We think a war with Iran is something worth avoiding.
After all, wars in Iraq and Afghanistan haven’t gone anything like the scenarios American officials presented. There’s no reason to believe armed conflict will be markedly different with Iran.
Yet Iran presents a danger the United States cannot overlook. That deals mainly with its nuclear program and the possibility that nation could produce nuclear weapons.
A nuclear Iran would be a tremendous destabilizing factor in the Middle East. Not only would this pose a serious threat to Israel - a key American ally - but other nations in the region have absolutely no interest in seeing Iran with a nuclear arsenal.
One of the consequences of this almost certainly would be an effort on the part of Saudi Arabia and possibly other countries to produce their own nuclear arms. It doesn’t take a great deal of imagination to envision what the presence of atomic weapons would mean to an area as inherently unstable as the Middle East.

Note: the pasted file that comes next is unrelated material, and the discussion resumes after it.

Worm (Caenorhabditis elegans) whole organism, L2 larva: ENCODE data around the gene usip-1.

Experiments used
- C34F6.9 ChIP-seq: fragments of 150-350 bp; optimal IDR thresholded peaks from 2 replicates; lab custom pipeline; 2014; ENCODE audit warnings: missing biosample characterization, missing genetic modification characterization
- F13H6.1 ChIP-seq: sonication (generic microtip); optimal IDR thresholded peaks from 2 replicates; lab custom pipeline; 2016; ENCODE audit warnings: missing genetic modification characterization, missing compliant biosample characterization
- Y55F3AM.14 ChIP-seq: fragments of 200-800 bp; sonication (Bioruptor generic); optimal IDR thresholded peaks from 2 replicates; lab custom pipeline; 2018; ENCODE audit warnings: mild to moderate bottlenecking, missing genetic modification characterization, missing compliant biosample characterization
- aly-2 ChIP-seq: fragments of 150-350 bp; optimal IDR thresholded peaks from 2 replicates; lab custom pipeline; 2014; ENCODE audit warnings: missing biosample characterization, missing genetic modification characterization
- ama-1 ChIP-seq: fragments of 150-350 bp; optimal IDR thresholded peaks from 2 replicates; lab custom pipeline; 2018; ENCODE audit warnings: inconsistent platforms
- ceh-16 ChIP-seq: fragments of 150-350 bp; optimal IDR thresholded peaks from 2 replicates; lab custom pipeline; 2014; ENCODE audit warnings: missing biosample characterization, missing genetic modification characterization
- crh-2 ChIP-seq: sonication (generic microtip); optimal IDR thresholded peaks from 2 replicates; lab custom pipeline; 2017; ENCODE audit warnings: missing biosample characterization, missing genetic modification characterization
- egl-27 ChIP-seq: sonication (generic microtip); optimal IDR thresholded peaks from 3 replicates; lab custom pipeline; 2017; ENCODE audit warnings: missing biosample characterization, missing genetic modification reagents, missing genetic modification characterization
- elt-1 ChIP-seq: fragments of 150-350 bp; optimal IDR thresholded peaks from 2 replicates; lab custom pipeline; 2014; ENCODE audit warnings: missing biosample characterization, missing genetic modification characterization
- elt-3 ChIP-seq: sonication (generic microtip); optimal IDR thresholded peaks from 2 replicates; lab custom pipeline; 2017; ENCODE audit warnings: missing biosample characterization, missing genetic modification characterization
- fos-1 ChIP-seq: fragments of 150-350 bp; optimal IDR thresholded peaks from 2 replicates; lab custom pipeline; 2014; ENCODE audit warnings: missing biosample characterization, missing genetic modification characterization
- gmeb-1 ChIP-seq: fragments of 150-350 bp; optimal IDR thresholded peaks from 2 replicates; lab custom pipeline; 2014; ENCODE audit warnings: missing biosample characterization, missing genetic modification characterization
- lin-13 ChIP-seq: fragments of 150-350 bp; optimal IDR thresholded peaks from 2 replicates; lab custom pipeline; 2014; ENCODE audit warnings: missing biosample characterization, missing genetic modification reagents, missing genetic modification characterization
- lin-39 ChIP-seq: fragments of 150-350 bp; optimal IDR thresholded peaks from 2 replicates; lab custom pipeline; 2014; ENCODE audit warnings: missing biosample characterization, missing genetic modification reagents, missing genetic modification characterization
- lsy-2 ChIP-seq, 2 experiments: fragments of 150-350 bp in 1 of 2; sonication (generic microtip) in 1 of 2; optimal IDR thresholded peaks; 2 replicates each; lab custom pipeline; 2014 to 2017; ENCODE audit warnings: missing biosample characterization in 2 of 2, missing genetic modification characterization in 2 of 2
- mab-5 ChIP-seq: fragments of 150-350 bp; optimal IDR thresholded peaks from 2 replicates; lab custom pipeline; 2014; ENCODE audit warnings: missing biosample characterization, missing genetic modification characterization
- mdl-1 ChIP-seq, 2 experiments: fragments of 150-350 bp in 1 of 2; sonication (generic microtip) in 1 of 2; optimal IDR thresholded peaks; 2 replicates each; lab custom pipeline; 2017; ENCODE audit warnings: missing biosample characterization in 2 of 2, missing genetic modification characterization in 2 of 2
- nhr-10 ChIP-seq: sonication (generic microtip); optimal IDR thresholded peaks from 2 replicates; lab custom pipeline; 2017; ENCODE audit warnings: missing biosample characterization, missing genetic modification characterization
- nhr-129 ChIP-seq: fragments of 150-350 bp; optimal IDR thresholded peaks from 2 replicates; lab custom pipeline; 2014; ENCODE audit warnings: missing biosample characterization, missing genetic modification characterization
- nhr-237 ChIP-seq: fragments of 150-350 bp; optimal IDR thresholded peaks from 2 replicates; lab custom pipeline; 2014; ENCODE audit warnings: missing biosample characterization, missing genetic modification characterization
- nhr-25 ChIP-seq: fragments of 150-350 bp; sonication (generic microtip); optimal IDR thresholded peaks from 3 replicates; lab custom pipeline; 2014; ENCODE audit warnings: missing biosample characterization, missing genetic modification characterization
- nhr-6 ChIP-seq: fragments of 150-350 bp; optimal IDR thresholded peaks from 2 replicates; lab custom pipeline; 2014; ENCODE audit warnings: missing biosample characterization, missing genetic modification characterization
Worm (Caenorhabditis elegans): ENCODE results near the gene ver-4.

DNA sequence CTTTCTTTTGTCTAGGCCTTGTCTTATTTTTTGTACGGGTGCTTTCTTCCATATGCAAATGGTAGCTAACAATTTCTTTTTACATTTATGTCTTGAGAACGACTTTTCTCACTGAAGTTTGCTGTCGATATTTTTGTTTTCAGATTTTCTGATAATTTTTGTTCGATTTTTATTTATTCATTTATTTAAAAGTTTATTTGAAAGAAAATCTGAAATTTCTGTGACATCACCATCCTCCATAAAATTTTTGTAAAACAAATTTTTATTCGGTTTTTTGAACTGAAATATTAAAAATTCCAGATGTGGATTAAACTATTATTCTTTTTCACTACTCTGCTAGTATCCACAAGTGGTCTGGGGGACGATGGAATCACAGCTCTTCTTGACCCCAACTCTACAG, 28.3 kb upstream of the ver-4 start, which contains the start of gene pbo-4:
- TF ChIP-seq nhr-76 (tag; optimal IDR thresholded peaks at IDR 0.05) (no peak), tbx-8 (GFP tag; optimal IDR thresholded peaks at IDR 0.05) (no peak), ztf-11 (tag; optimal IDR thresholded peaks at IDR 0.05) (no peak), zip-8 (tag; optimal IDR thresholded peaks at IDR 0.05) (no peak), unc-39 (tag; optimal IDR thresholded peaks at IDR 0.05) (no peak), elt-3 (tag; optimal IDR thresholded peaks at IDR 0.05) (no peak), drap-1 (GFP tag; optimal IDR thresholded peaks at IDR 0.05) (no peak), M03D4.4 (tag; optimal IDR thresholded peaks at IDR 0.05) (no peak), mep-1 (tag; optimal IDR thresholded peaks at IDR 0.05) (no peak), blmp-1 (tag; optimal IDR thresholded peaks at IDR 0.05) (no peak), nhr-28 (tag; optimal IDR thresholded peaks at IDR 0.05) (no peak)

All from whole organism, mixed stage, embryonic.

That’s why recent talks and agreements to open Iran’s nuclear program to international inspection are encouraging. The general goal is to obtain broader agreements that would ensure continued inspections and guarantee Iran is not developing nuclear weapons.
The Tehran government has always insisted its nuclear program is peaceful and intended for energy production. But considering it’s sitting on a lake of crude oil, such a claim has been met with widespread skepticism.
So we are encouraged by the idea that talks with Iran will lead to an easing of tensions that will open its nuclear program and help to return that nation to the international community through a normalization of relations and an easing of international sanctions against it.
But then comes Congress.
Lawmakers of both parties are pushing legislation that actually threatens to increase sanctions against Iran. They present it as a tool designed to encourage the Tehran government to comply with international demands, but the timing could not be worse.